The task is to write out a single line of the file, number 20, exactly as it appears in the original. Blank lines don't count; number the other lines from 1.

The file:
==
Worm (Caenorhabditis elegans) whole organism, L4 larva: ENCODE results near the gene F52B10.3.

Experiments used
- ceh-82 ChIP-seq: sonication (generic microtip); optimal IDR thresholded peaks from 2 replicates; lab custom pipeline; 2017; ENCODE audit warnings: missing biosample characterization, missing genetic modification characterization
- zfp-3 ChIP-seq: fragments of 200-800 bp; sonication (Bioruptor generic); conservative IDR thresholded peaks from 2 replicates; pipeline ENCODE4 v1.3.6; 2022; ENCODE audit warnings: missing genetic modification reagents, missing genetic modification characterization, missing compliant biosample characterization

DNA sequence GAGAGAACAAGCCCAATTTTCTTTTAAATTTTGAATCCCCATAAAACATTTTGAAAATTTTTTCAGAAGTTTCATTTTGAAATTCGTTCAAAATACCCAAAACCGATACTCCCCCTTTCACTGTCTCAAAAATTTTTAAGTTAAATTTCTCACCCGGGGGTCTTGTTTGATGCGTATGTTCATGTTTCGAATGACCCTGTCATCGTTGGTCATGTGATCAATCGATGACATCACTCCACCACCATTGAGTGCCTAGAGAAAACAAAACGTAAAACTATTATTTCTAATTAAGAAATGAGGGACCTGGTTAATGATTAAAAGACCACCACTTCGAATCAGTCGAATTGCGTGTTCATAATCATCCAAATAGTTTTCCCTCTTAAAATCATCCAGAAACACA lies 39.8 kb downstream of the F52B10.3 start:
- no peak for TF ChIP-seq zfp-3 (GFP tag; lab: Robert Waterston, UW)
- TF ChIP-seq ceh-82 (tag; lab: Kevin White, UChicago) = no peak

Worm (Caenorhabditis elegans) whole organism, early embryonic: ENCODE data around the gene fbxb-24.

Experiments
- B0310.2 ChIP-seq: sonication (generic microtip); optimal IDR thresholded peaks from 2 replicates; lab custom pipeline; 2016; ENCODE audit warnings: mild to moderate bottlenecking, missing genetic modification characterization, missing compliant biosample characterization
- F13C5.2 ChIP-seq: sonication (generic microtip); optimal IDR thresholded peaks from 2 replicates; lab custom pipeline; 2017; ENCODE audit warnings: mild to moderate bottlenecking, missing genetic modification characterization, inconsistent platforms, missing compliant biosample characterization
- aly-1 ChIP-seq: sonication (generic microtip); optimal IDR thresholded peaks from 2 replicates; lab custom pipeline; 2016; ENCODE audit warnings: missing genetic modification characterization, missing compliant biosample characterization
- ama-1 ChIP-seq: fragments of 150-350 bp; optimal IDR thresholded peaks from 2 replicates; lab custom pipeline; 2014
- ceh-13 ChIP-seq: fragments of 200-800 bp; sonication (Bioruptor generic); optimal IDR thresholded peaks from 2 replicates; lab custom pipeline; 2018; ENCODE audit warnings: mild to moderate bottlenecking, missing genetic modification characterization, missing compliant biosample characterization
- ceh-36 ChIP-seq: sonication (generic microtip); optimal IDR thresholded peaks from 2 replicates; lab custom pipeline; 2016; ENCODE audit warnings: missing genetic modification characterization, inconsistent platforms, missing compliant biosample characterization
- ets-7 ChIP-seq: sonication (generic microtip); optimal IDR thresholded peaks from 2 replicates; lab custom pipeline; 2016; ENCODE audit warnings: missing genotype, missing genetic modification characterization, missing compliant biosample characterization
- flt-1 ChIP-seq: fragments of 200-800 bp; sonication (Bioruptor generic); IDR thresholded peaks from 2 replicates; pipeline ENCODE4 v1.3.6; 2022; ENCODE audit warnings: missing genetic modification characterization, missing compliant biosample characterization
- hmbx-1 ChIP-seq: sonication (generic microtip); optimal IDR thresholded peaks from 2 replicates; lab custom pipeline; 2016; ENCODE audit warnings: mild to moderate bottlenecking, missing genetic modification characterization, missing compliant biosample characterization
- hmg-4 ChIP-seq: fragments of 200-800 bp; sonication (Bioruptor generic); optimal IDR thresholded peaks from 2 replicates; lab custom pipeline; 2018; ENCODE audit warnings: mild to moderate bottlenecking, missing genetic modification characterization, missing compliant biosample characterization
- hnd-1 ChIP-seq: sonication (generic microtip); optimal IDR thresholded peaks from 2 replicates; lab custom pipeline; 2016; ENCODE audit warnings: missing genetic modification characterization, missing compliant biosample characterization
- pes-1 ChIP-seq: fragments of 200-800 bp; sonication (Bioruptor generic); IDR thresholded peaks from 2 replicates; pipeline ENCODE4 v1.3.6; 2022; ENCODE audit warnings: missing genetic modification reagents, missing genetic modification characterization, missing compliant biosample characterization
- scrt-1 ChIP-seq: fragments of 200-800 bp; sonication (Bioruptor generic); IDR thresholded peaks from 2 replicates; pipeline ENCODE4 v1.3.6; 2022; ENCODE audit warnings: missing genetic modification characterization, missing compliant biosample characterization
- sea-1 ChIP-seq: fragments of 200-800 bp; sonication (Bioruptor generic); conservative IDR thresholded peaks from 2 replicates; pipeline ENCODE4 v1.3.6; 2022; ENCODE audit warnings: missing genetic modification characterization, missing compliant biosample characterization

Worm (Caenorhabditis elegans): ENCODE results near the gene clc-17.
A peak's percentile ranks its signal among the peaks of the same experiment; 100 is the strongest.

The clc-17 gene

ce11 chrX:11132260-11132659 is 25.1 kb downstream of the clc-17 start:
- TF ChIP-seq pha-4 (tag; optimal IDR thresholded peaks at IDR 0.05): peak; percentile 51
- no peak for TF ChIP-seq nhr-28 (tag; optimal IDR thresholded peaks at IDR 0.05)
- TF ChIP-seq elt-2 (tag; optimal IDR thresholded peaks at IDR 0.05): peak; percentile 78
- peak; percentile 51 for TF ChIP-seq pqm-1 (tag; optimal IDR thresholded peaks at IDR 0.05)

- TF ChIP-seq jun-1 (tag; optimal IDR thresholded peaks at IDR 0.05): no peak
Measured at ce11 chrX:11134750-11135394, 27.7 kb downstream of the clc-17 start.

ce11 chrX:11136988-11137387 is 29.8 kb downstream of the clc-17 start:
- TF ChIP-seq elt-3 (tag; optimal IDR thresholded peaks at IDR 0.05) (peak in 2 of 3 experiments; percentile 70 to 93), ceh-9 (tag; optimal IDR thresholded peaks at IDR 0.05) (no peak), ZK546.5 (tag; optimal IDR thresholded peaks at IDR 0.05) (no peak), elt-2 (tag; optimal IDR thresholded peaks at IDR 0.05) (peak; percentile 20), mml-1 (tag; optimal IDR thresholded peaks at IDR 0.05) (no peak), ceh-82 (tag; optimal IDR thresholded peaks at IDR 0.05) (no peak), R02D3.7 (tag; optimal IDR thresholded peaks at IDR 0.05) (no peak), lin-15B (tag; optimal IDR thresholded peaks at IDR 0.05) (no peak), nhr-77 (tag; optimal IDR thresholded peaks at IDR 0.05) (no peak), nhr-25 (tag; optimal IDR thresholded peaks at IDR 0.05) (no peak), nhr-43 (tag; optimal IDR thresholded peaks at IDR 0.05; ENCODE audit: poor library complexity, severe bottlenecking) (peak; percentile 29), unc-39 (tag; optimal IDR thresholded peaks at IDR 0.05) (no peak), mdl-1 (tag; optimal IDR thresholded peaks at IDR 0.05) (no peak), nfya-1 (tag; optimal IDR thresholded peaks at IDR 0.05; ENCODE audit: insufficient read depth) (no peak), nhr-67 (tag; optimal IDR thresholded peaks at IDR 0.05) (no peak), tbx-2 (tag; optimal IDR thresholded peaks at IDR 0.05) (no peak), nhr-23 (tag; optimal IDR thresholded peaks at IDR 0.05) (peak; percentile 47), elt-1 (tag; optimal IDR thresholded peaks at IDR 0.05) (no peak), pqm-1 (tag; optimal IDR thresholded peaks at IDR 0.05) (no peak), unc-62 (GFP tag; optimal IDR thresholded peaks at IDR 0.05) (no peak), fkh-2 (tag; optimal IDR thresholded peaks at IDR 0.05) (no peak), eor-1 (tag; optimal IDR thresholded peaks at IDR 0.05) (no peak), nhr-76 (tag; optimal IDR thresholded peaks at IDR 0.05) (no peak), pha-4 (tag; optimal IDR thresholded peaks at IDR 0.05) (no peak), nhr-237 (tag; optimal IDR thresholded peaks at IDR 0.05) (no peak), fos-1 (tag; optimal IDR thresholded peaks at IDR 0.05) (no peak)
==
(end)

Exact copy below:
- hnd-1 ChIP-seq: sonication (generic microtip); optimal IDR thresholded peaks from 2 replicates; lab custom pipeline; 2016; ENCODE audit warnings: missing genetic modification characterization, missing compliant biosample characterization